On the other hand, decomposed interpolation preserves object scale. And although not all objects are rigid bodies, a large majority of the objects animated via transforms are. So scale is a useful thing to preserve by default. It's also probably less surprising to non-technical users. And for rapidly spinning objects like wheels or propellers, where the scaling would really become noticeable, decomposed interpolation can significantly reduce the number of motion segments you need—as long as the object origins are well placed.

I think the pros of each approach basically break down like this:

Direct matrix interpolation:

  • Preserves relative positions.
  • Is easy to reason about, since it's just line segments. Especially when things like shear and/or poorly placed object origins are thrown into the mix, this can be a real boon.
  • Matches perfectly with and composes with deformation motion blur.

Decomposed transform interpolation:

  • Preserves scale.
  • Rotating objects will follow circular arcs, which is especially useful for rapidly spinning objects.
  • Better matches user intuition in simple cases.

Importantly, since neither approach gives reliably correct results, any production-oriented renderer needs to support multiple motion segments anyway.6 And if you take that as a given, then both approaches can achieve arbitrarily accurate results by just throwing more motion segments at them.

Wrapping up.

In Psychopath, I decided to go with direct matrix interpolation.7 To my sensibilities there's something elegant about all motion blur just being about individual points moving along paths in space. I also like having all motion blur treated uniformly, regardless of whether it's from deformations or transformations. And from a production standpoint, I think avoiding erroneous intersection/separation of co-moving geometry is actually a significant benefit.

Lastly, I just really enjoy seemingly brain-dead solutions that actually turn out to be really good.

But the real point I'm trying to make with this post is that both approaches are perfectly good solutions for motion blur in an offline renderer. So let's put to bed this idea that direct matrix interpolation is somehow "wrong". Because at least in this context it's not. It's just making a different set of legitimate tradeoffs.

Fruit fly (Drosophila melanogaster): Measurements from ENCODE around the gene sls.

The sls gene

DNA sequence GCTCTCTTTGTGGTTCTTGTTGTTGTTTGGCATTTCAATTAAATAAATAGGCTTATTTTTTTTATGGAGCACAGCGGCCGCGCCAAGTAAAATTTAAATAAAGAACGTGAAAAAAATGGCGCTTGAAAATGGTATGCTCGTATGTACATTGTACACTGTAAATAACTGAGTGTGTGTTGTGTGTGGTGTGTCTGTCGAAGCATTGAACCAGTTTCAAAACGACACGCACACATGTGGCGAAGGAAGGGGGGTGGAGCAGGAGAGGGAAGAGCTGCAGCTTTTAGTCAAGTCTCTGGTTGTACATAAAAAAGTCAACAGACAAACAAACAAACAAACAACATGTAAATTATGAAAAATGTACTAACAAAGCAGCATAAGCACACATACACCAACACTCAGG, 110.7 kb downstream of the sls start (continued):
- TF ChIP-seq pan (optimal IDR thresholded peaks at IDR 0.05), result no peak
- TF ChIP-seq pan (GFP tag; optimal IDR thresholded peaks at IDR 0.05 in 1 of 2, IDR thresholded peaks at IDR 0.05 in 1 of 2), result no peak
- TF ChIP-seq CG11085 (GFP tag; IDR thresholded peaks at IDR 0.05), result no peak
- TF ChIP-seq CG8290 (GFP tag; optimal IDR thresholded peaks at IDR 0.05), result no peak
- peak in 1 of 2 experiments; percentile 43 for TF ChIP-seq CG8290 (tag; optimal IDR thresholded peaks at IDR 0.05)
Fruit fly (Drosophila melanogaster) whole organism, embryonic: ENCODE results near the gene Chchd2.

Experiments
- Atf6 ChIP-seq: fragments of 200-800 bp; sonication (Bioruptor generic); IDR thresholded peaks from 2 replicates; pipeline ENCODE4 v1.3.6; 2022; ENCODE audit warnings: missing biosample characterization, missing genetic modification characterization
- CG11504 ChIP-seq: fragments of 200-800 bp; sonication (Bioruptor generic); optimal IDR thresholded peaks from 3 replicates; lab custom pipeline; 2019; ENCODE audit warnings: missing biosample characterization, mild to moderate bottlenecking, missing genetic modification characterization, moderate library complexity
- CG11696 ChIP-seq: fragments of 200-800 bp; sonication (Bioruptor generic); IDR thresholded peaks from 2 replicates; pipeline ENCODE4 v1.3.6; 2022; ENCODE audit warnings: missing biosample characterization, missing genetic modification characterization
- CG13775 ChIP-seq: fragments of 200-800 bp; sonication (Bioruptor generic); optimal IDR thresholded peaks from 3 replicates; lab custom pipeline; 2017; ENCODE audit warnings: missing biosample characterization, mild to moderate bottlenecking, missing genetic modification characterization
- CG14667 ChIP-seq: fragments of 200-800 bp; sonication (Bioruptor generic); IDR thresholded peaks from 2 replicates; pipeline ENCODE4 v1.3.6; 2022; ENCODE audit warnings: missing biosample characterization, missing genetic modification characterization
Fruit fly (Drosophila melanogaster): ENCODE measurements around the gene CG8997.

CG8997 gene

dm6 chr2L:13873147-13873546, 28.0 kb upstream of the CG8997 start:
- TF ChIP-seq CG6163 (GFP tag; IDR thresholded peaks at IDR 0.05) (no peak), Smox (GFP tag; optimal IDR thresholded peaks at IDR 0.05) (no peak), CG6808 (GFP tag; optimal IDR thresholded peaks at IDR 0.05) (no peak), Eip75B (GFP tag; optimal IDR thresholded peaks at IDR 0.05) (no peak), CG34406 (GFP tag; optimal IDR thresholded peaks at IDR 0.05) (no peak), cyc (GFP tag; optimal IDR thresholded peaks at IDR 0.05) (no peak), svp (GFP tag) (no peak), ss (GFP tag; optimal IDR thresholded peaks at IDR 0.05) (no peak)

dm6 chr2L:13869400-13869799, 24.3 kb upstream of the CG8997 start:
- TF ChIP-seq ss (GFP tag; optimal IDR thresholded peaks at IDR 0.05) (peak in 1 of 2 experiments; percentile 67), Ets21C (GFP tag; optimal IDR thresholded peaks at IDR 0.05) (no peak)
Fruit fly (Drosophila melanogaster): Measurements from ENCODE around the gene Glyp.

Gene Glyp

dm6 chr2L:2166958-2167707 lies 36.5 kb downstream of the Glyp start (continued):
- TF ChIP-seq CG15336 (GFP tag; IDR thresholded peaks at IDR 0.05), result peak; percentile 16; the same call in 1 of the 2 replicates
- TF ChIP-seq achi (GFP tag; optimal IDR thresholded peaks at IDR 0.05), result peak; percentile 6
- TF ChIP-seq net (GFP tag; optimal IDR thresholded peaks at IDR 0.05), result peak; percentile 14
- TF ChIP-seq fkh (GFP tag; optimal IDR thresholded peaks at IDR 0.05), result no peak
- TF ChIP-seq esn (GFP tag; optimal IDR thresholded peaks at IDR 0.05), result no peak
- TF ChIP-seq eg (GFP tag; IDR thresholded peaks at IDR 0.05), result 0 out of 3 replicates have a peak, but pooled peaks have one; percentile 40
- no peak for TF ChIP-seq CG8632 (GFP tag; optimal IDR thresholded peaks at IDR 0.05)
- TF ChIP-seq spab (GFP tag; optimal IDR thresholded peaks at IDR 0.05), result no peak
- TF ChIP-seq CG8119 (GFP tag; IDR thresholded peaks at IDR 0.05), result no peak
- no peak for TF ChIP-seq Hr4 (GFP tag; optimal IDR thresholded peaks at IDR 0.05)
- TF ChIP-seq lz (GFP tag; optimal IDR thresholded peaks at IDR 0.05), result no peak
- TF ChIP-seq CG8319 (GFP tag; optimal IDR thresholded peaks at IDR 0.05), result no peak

1. Something important that I've elided in the main content of this post is that direct matrix interpolation only has the nice properties I discuss if you interpolate the object-to-world matrices. If you interpolate the world-to-object matrices instead you'll get really funky results. Which is fun, but not useful.

    The exception is the camera: you actually want to interpolate the world-to-camera matrix, not camera-to-world. Basically, you always want to interpolate the matrix that is transforming towards the view space, so that means object -> world -> camera.

    This is also why I don't mention performance as an advantage of direct matrix interpolation: a ray tracer actually needs the matrices in the camera -> world -> object direction for ray generation and ray traversal, so the performance advantage likely isn't substantial since you'll have to do a matrix inversion after the interpolation.

  2. The "scale" component of the resulting decomposition isn't actually a simple scale, but rather is what the original paper calls a "stretch", and requires a full 3x3 matrix. You can think of it as the residual transform that's left over after the translation and rotation have been taken out. When interpolating, you do a simple component-wise interpolation of that matrix.

    Importantly, if you instead decomposed to a simple XYZ scale representation you would be throwing away parts of your transformation (e.g. shear, which isn't as uncommon as you might think), which is flagrantly incorrect in the general case.

  3. Given the topic of this post, I fear this could come across as a criticism of the PBRT book, which is not my intention at all. On the contrary, I think it's an extraordinary book, and it taught me much of what I know about physically based rendering. I absolutely recommend it to anyone wanting to get into this field, and I have nothing but respect for both the book and its authors.

  4. The planet appears to have curved motion paths even when blurred with direct matrix interpolation, but this is an illusion. The motion path of each point on the planet is in fact a straight line, but they collectively create apparent curves due to the same principle behind the curve in this image.

  5. If you're a rigger, you're probably well acquainted with the fact that modelers don't always place object origins carefully.

    But sometimes there's not even a single consistent place you can put the origin. Imagine, for example, a character wielding a long bo: the bo will be rotating around different points along its length at different times, so there's no single origin you can give it that's consistent with the entire animation.

  6. This footnote exists purely to further emphasize the following point: if your renderer is intended for serious use with animated content, supporting multi-segment motion blur is a must. And this is true regardless of what interpolation approach you use.

  7. I am considering using decomposed interpolation just for the camera, however, because that seems like a case where it's probably a pure win.